A Blenheim being equipped with a reconnaissance camera on a crisp winter morning. Fonthill Media / mediadrumworld.com

By Tom Dare

THESE INCREDIBLE images from a new book about the role of British bombers in World War Two have given a rare glimpse into what life was like for the airmen risking their lives for their country.

Featured in the book Flying Into the Storm: RAF Bombers at War 1939 – 1942 by author Chris Sams, pictures show iconic aircraft such as Hampdens and Whitleys soaring high into the skies above Western Europe during the early years of the war.

Short Stirlings replaced the Blenheim in Circus operations and joined Wellingtons on night operations. Fonthill Media / mediadrumworld.com

Further images show the anti-aircraft guns deployed by German forces to protect the Germany during RAF bombing raids, while another shows paratroopers dropping out of a British bomber as part of a training exercise.

At the start of hostilities in 1939, Britain had five different types of bomber to try and combat the fierce power of the German Luftwaffe.

And Sams says that, after the Luftwaffe gained vital experience during the Spanish Civil War prior to the start of World War Two, nobody gave the RAF much of a chance against them.

The 88 Flak gun, which was deadly when massed in defence of cities and military strong points. Fonthill Media / mediadrumworld.com

“The Royal Air Force of 1939 went to war with five staple models of bomber: The Vickers Wellington, Armstrong Whitworth Whitley, Bristol Blenheim, Handley Page Hampden, and the Fairey Battle,” says Sams.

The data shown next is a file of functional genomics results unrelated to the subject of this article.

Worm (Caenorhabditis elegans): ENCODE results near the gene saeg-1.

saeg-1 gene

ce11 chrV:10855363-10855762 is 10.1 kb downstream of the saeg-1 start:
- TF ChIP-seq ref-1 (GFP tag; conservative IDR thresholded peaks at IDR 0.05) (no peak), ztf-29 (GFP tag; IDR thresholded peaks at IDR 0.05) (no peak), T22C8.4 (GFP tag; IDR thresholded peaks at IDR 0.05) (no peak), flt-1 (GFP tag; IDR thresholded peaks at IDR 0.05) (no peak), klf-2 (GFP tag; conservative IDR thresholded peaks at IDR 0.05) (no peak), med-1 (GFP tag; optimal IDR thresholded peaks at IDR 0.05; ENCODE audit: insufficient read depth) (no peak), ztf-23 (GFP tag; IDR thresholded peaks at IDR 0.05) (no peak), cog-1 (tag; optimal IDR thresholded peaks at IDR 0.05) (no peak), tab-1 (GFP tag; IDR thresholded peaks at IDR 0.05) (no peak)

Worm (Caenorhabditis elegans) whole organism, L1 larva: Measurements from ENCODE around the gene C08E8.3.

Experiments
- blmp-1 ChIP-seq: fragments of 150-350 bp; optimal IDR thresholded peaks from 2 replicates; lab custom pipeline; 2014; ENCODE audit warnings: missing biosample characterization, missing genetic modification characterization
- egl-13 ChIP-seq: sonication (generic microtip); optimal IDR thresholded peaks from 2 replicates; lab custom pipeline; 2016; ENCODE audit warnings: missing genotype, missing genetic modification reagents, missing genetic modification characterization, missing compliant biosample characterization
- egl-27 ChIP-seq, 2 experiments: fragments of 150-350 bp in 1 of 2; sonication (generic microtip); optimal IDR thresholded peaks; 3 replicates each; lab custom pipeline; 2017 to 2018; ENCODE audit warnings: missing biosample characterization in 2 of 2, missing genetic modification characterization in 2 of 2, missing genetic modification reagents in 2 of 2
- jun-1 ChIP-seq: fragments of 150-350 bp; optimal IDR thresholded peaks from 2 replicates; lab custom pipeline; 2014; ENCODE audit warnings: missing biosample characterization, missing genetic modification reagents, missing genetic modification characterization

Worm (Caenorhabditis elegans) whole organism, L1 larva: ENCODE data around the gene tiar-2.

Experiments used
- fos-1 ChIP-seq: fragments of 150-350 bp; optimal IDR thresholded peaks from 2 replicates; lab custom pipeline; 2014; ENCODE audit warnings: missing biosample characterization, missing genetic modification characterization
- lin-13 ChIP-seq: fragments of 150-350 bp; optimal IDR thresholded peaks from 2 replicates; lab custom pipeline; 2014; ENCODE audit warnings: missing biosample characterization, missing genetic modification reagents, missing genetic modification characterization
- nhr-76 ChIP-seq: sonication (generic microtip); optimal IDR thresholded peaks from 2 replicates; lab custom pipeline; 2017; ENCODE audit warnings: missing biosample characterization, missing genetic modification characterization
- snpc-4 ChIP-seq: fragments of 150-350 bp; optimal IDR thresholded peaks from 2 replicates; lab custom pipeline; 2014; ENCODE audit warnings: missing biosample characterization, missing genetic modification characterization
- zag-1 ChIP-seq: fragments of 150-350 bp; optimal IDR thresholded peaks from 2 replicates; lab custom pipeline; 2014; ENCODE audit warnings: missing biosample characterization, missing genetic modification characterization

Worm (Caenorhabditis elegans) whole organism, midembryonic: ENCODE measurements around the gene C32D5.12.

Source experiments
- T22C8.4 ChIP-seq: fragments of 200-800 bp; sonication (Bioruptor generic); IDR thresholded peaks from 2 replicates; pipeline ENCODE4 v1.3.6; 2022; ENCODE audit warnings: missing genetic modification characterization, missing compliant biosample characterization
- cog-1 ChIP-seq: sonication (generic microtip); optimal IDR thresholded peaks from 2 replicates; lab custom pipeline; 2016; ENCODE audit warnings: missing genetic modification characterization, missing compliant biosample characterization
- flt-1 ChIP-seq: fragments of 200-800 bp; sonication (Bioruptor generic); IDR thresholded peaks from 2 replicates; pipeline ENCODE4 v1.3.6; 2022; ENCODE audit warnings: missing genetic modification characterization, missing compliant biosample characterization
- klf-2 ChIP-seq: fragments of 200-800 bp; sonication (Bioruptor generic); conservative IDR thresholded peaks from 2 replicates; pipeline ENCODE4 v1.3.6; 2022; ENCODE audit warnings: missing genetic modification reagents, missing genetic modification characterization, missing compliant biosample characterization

“This was against the threat of the Luftwaffe which had proven itself in Spain, and had been used as a threat to secure Germany’s diplomatic aims in Rhineland, Austria, and Czechoslovakia and were considered to be unstoppable.

“The RAF and Government bodies believed that upon the announcement of war there would be a knockout blow of German bombers attacking the capital, and that Britain must be able to retaliate or have a similar deterrent.

A German propaganda photograph of a crashed Allied bomber on German soil in 1940. Fonthill Media / mediadrumworld.com

“In October 1939, the Air Staff advised that, should Germany turn west after Poland, British bombers must be used ‘…at all costs in the manner which holds the best hope of obtaining decisive results against Germany’. Britain’s early bomber’s careers have often been overshadowed by the careers of their larger stablemates the Avro Lancaster and Handley Page Halifax, and the Battle has been written off as a complete failure following the Battle of France. As the Second World War continued, the bombers of the RAF continued to attack strategic targets to try and destroy the German economy, but were also tied to the Army’s whims for tactical support.”

In the book, Sams chronicles the evolution of Britain’s bombing tactics, from their use in the Battle of Heligoland to the vital role they played in the fall of Burma.

The Messerschmitt Bf 109 gained superiority over every theatre in the early stage of the war, and took a heavy toll on Blenheims and Battles. Fonthill Media / mediadrumworld.com

And, despite their early shortcomings, he says the bravery of the pilots flying these aircraft in the early years of the war can-not be understated.

“Although the early bombers were somewhat inferior to the tasks set for them, the crews selflessly and bravely responded to every request, flying into a storm of flak and machine gun fire with many buying a one-way ticket.”

A Whitley bomber later in the war that was used for paratrooper training. Fonthill Media / mediadrumworld.com

Flying Into the Storm: RAF Bombers at War 1939 – 1942 by Chris Sams is published by Fonthill Media, and can be purchased here: https://www.amazon.co.uk/dp/1781556172